With all the food, visitors, travelling and general commotion, the holidays can be full of temptation, and excitement for even the most well behaved dogs and cats. To help ensure your trip or your gathering goes off without a hitch, bone up on routines, reinforce good manners and spend a bit of extra time on obedience work before the chaos begins.
One of my favorite sayings is “A good dog is a tired dog.” Take some extra time before the festivities begin to take your dog for a long walk or play at a long retrieving session. Be sure to gradually wind down the activity level. Katherine Miller, an animal behaviorist for the ASPCA, says, “Abruptly ending playtime may leave your pet excited and begging for more”, which is exactly the opposite of what you are trying to achieve.
Let your guests know you have a household with dogs and cats, (if they don’t know already). Some poor people are very allergic to pets and may not be able to come to your house at all. Of course, your house will be immaculate for the holidays and the party, but some folks are just too allergic. For those that are allergic, but manageable, by giving them a heads up, they will be prepared to medicate themselves in whatever way is most effective.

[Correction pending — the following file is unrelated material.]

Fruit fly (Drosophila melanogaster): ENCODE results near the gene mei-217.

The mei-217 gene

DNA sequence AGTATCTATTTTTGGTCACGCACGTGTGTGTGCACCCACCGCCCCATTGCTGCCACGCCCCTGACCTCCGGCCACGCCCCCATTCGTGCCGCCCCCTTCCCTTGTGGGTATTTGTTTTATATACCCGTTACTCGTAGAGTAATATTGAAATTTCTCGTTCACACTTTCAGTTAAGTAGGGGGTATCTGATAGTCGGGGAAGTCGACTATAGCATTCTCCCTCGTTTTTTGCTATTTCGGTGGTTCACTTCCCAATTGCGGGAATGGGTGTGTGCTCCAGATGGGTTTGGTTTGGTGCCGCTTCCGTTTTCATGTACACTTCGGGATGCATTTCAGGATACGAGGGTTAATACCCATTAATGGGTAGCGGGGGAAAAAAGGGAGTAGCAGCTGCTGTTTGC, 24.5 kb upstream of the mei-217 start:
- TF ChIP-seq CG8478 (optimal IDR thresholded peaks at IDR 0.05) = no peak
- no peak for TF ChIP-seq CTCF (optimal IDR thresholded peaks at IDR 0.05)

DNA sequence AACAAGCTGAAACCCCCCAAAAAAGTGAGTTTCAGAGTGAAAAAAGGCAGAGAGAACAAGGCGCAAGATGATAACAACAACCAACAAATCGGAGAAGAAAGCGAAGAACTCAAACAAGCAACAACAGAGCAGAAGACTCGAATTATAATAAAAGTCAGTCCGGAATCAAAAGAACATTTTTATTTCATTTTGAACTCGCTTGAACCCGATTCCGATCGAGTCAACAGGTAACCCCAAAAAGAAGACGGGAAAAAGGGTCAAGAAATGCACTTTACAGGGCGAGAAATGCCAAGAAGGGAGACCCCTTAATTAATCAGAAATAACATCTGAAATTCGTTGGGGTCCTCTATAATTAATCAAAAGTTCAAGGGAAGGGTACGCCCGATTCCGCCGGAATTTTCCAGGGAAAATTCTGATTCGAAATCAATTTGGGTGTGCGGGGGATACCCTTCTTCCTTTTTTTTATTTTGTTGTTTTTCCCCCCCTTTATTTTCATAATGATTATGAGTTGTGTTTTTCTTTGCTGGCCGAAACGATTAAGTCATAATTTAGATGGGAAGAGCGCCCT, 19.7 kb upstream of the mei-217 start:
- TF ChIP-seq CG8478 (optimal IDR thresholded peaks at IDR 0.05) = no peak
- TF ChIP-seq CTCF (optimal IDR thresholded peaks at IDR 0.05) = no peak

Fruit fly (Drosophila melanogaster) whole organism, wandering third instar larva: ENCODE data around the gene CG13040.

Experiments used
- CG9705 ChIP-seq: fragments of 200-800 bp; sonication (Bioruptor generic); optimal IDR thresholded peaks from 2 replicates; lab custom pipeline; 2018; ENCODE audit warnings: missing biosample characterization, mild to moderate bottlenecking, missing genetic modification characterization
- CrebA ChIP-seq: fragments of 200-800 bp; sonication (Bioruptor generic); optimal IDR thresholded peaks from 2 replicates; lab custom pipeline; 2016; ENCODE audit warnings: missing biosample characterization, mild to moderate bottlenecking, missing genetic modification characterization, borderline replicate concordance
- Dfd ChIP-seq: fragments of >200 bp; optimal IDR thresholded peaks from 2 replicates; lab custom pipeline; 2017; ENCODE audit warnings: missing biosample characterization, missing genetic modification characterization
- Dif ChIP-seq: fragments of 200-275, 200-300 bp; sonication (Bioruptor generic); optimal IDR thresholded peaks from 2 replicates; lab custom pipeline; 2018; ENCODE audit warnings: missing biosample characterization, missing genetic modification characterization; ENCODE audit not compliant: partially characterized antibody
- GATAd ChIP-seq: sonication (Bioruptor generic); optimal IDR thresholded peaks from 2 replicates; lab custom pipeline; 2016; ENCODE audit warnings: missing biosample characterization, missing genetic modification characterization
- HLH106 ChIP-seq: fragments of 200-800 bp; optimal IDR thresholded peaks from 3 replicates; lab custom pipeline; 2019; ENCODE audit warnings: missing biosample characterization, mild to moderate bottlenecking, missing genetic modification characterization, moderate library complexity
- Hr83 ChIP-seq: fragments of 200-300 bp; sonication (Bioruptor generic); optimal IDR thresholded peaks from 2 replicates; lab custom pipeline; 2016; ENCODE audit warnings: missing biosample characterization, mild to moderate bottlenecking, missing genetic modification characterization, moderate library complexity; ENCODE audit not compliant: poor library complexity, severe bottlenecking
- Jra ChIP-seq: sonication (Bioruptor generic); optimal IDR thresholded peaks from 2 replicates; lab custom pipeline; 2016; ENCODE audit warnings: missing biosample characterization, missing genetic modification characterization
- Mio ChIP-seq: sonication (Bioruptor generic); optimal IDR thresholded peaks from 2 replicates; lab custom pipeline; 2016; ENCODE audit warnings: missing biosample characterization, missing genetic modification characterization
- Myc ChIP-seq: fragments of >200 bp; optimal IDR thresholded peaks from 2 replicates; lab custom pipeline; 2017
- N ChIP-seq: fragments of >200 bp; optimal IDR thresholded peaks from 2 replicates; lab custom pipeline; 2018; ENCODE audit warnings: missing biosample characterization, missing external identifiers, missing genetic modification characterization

Even if you are hosting the parties, and not travelling to them, make sure all the ID tags are up to date. The best intentioned guest may leave the door open long enough for a pet to escape. If you are travelling, make sure your temporary address is on the tags.
Believe it or not, not everyone wants your dog sitting on their lap when they are on your couch. Put the dog’s bed next to the couch with some North Woods Animal Treats in it, to entice him to go into his bed, rather than on the couch. The dog will be part of the gathering and will be rewarded for staying off the furniture.
Don’t let your guests feed your pets, and don’t leave food at a level where your pets can easily have access to it. Feed your pets at their regular time, so they will stay with their routine and be less tempted to use their puppy dog eyes to get some snacks from susceptible guests.
Travel with a crate. Leaving your pet in someone else’s house loose while no one is home, is inviting trouble. Don’t assume your host will dog or cat sit if you go out on an errand. If you pet hasn’t used a crate in a while, practice with it before you travel. Leave it open and feed your pet meals in it and leave treats and toys in it. The crate should be a nice and secure place for your pet.
Keeping these recommendations in mind will help make your holidays less stressful and more pleasant for both you and your pets! Happy Holidays!